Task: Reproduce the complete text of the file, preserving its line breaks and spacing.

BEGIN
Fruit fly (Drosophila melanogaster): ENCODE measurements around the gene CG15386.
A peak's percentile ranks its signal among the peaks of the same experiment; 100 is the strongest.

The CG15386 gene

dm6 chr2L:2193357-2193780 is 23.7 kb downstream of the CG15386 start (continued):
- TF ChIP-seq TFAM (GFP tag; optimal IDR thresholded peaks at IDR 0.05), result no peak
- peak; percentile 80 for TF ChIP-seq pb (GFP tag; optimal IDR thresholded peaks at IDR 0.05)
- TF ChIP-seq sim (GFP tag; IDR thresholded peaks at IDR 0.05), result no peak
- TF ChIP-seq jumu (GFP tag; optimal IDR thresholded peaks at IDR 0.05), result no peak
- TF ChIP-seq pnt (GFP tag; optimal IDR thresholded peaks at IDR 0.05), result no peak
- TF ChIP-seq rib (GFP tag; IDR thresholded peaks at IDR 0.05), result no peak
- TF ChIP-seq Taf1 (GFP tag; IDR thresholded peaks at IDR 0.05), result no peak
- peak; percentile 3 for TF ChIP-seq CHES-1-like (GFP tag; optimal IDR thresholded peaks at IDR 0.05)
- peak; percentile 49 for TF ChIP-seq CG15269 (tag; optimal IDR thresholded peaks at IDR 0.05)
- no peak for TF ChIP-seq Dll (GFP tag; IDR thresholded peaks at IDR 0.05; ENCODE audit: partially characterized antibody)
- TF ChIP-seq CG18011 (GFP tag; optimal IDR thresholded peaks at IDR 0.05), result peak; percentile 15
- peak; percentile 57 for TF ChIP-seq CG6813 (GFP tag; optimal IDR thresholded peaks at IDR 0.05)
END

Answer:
Fruit fly (Drosophila melanogaster): ENCODE measurements around the gene CG15386.
A peak's percentile ranks its signal among the peaks of the same experiment; 100 is the strongest.

The CG15386 gene

dm6 chr2L:2193357-2193780 is 23.7 kb downstream of the CG15386 start (continued):
- TF ChIP-seq TFAM (GFP tag; optimal IDR thresholded peaks at IDR 0.05), result no peak
- peak; percentile 80 for TF ChIP-seq pb (GFP tag; optimal IDR thresholded peaks at IDR 0.05)
- TF ChIP-seq sim (GFP tag; IDR thresholded peaks at IDR 0.05), result no peak
- TF ChIP-seq jumu (GFP tag; optimal IDR thresholded peaks at IDR 0.05), result no peak
- TF ChIP-seq pnt (GFP tag; optimal IDR thresholded peaks at IDR 0.05), result no peak
- TF ChIP-seq rib (GFP tag; IDR thresholded peaks at IDR 0.05), result no peak
- TF ChIP-seq Taf1 (GFP tag; IDR thresholded peaks at IDR 0.05), result no peak
- peak; percentile 3 for TF ChIP-seq CHES-1-like (GFP tag; optimal IDR thresholded peaks at IDR 0.05)
- peak; percentile 49 for TF ChIP-seq CG15269 (tag; optimal IDR thresholded peaks at IDR 0.05)
- no peak for TF ChIP-seq Dll (GFP tag; IDR thresholded peaks at IDR 0.05; ENCODE audit: partially characterized antibody)
- TF ChIP-seq CG18011 (GFP tag; optimal IDR thresholded peaks at IDR 0.05), result peak; percentile 15
- peak; percentile 57 for TF ChIP-seq CG6813 (GFP tag; optimal IDR thresholded peaks at IDR 0.05)